The Moya View

Bardo: A False Chronicle of a Handful of Truths- Getting Caught in Self Deception’s Indulgent Purgatory

Courtesy of Netflix

Plot via IMDB:

Bardo, False Chronicle of a Handful of Truths is an epic, visually stunning and immersive experience set against the intimate and moving journey of Silverio, a renowned Mexican journalist and documentary filmmaker living in Los Angeles, who, after being named the recipient of a prestigious international award, is compelled to return to his native country, unaware that this simple trip will push him to an existential limit. The folly of his memories and fears pierce through to the present, filling his everyday life with a sense of bewilderment and wonder. With both emotion and abundant laughter, Silverio grapples with universal yet intimate questions about identity, success, mortality, the history of Mexico and the deeply emotional familial bonds he shares with his wife and children. Indeed, what it means to be human in these very peculiar times

Every filmmaker has to get this big one out of their system. The film that deals with self- past, present and future. Most directors only get to the first- the past. Steven Spielberg’s haunting ode to his childhood, The Fabelmans, is last year’s most recently acclaimed and Academy Award nominated example. Alejandro G. Iñárritu, being the more ambitious and introspective of this generations directors, is compelled to take on all three. Being Latin American, the opus of his life must be coated in a magical realism tinge. It also must be long, complicated, self-important and appear deep even if it’s just shallow and self-indulgent. Lastly, it must be handsomely filmed, so that an Academy Award nomination for best cinematography be enough compensation and recognition for the great director’s failed intellectual effort.

Courtesy of Netflix

Bardo: False Chronicle of a Handful of Truths is Iñárritu’s unsuccessful effort to catalog all of the above. Bigger ambition doesn’t necessarily mean bigger success. Sometimes it just means getting stuck in that halfway state between life and death, success and failure. It just mean getting stuck in the bardo, the grand area of mediocrity where every soul must dwell. Greatness even good is not meant for every piece of art. Sometimes, that’s just ok, in the words of Mr. Rogers. Those who attempt the bardo will know only the bardo and be content with the bardo.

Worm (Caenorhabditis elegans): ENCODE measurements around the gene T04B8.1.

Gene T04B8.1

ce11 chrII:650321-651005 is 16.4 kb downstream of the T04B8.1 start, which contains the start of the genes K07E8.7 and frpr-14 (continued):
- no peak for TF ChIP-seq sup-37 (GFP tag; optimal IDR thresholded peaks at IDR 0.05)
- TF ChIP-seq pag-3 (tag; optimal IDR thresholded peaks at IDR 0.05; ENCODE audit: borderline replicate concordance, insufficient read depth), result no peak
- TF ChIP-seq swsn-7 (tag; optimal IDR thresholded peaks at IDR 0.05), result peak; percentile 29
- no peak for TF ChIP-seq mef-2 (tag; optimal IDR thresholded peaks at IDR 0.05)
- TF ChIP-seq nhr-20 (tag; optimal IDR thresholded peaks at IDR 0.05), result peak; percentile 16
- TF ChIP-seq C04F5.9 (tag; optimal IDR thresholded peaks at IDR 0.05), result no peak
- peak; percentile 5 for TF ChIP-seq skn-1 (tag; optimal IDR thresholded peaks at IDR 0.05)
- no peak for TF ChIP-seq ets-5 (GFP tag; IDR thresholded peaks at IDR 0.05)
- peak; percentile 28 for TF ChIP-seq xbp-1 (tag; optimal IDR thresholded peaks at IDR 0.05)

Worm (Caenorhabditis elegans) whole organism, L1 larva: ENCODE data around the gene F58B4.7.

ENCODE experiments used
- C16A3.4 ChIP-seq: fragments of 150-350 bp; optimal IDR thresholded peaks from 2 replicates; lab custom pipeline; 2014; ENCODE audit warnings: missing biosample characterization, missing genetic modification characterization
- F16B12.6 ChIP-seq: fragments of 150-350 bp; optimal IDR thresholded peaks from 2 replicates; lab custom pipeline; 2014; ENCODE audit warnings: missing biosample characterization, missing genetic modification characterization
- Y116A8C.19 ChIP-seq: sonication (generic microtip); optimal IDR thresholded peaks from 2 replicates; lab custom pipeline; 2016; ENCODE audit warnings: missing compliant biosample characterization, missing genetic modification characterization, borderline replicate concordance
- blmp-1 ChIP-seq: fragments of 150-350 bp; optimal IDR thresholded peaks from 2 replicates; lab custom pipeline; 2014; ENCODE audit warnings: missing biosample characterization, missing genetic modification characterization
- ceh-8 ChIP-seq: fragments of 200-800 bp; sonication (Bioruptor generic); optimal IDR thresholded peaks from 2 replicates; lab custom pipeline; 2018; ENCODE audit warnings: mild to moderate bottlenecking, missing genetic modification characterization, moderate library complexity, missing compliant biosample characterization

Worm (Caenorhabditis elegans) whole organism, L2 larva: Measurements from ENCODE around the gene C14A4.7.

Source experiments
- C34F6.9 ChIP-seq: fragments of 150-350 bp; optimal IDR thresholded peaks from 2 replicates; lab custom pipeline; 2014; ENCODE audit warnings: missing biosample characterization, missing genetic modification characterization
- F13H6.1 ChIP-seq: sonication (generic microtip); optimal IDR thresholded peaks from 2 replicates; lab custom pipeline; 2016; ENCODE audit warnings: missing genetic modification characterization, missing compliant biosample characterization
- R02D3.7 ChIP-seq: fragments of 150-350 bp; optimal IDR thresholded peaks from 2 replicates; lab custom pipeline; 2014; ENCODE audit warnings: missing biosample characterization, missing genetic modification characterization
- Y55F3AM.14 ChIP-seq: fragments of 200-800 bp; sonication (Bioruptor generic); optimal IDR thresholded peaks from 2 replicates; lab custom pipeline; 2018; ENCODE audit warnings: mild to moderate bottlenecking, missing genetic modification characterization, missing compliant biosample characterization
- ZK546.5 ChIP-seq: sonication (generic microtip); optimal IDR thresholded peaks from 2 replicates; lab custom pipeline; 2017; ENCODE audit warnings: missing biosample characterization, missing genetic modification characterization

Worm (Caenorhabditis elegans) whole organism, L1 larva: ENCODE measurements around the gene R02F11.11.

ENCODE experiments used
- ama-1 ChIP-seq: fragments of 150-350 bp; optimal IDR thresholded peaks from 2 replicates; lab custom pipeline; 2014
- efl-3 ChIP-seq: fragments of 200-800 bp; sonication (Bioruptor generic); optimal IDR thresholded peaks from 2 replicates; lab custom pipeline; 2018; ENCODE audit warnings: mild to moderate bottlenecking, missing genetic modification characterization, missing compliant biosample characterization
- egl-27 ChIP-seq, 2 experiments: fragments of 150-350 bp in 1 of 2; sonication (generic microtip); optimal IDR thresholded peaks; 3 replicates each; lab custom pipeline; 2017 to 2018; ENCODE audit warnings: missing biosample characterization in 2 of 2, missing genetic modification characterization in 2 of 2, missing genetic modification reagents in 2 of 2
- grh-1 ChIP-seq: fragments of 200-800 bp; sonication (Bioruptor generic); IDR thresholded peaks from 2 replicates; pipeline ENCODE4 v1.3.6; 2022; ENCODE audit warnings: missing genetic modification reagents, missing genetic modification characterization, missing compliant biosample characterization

Courtesy of Netflix

The Iñárritu stand-in, the docufiction filmmaker Silverio, (Daniel Giménez Cacho) even attempts to critique proof his work. A frenemy criticizes his project for being pretentious, self-important and shallow. The put down is flippant, a self-indulgent meanness that doesn’t reflect well on its creator. The fact that this psychobabble is both artfully and deceptively well staged doesn’t add to the shallowness at its core. It could be argued that it unintentionally proves it.

Courtesy of Netflix

Bardo’s opening images of the shadow of a man running and jumping through the desert serves as a metaphor for the cosmic leapfrog that is the film’s constant organizing principle. Here, babies willfully demand they be put back in their mothers’s womb until they are ready to face the world. The rest of Bardo obey its own poetic and thematic logic over plot demands. It compulsively grabs like that infant at thematic elements from Silverio’s life- meditations on love, loss, Mexican identity, his own inadequacies, his internal dream logic, and an obsession for stunning imagery for its own sake. There is no obsession or corner of his life that Iñárritu refuses to explore in the most facile way. His blind spots are huge. For some artists, exploring themselves, will always be their worse subject.

Courtesy of Netflix

The cliché encounters with the past, the self-congratulatory philosophical musings about work, wealth, ambition, artistic respect and public acclaim are always mired in Iñárritu’s unseen bardo. His success has made his biggest failure possible. The unresolved conflicts that animated his filmmaking- the self doubt that made him great yields to the delusions of a druggie high on his own high, not knowing a bad trip or idea from good ones.

Courtesy of Netflix

Bardo gets a 2.5 out of 5 or a C+.


SpanishBardo, falsa crónica de unas cuantas verdades

Directed by

Alejandro G. Iñárritu

Written by

Produced by

  • Alejandro G. Iñárritu
  • Stacy Perskie Kaniss



Darius Khondji

Edited byA

lejandro G. Iñárritu

Music by


  • M Productions
  • Redrum

Distributed by


Release dates

  • September 1, 2022(Venice)
  • October 27, 2022(Mexico)

Running time

159 minutes




  • Spanish
  • English

Courtesy of Netflix





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